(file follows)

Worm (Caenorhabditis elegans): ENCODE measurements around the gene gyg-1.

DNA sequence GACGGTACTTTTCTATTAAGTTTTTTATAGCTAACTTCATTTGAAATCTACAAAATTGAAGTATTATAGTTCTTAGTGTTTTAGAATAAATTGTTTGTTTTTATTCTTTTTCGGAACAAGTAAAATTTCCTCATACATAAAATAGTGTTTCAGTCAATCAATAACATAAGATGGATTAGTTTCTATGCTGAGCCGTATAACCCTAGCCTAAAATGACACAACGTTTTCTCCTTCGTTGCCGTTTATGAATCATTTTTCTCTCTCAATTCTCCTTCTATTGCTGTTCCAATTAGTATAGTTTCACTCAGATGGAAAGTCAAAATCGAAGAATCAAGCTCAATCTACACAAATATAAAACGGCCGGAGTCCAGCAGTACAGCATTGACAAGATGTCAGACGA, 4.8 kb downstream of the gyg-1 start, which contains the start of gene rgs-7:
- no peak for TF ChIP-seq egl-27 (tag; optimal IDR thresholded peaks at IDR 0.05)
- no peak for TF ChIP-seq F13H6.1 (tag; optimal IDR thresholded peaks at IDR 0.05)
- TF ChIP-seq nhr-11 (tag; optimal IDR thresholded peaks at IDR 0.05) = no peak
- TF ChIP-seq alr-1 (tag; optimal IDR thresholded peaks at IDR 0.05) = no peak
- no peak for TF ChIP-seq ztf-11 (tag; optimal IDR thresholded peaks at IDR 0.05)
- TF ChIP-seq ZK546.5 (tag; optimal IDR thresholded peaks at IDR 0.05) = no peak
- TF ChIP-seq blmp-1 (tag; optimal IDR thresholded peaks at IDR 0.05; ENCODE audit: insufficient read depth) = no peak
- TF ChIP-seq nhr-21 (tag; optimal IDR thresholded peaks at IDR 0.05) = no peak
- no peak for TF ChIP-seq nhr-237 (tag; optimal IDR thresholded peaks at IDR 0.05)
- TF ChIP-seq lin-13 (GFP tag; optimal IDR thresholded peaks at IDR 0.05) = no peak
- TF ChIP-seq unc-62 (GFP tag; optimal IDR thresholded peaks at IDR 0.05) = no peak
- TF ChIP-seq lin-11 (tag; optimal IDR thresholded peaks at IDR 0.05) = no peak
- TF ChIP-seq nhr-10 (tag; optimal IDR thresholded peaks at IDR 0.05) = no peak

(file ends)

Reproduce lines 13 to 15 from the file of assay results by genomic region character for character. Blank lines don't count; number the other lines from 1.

- TF ChIP-seq unc-62 (GFP tag; optimal IDR thresholded peaks at IDR 0.05) = no peak
- TF ChIP-seq lin-11 (tag; optimal IDR thresholded peaks at IDR 0.05) = no peak
- TF ChIP-seq nhr-10 (tag; optimal IDR thresholded peaks at IDR 0.05) = no peak